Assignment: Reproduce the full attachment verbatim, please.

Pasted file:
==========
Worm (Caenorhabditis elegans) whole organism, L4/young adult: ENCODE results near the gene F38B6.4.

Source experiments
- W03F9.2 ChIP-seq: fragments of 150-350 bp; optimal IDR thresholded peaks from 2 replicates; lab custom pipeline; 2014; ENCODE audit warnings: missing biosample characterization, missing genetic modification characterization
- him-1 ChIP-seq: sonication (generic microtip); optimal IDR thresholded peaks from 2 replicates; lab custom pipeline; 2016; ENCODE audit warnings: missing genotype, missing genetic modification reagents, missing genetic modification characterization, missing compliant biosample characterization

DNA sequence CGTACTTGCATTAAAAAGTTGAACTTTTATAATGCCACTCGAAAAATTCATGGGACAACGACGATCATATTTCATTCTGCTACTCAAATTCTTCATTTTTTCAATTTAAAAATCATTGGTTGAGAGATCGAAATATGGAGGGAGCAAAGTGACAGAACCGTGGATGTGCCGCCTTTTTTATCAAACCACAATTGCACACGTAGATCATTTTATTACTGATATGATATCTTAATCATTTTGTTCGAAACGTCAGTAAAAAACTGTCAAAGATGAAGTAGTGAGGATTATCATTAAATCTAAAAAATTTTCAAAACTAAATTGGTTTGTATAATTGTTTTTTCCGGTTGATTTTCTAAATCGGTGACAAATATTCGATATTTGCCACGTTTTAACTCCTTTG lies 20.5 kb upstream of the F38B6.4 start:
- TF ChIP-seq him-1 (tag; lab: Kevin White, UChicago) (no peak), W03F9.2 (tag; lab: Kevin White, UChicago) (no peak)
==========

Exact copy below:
Worm (Caenorhabditis elegans) whole organism, L4/young adult: ENCODE results near the gene F38B6.4.

Source experiments
- W03F9.2 ChIP-seq: fragments of 150-350 bp; optimal IDR thresholded peaks from 2 replicates; lab custom pipeline; 2014; ENCODE audit warnings: missing biosample characterization, missing genetic modification characterization
- him-1 ChIP-seq: sonication (generic microtip); optimal IDR thresholded peaks from 2 replicates; lab custom pipeline; 2016; ENCODE audit warnings: missing genotype, missing genetic modification reagents, missing genetic modification characterization, missing compliant biosample characterization

DNA sequence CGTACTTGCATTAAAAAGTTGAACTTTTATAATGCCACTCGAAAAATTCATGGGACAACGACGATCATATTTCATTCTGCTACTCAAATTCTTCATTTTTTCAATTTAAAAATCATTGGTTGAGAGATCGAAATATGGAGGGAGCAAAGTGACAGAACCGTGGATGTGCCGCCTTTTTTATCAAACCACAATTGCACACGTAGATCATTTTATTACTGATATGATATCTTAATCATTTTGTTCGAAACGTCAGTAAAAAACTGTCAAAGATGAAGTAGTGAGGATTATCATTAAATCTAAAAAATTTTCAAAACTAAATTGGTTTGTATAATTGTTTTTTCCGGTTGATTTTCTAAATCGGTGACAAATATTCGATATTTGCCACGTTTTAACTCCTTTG lies 20.5 kb upstream of the F38B6.4 start:
- TF ChIP-seq him-1 (tag; lab: Kevin White, UChicago) (no peak), W03F9.2 (tag; lab: Kevin White, UChicago) (no peak)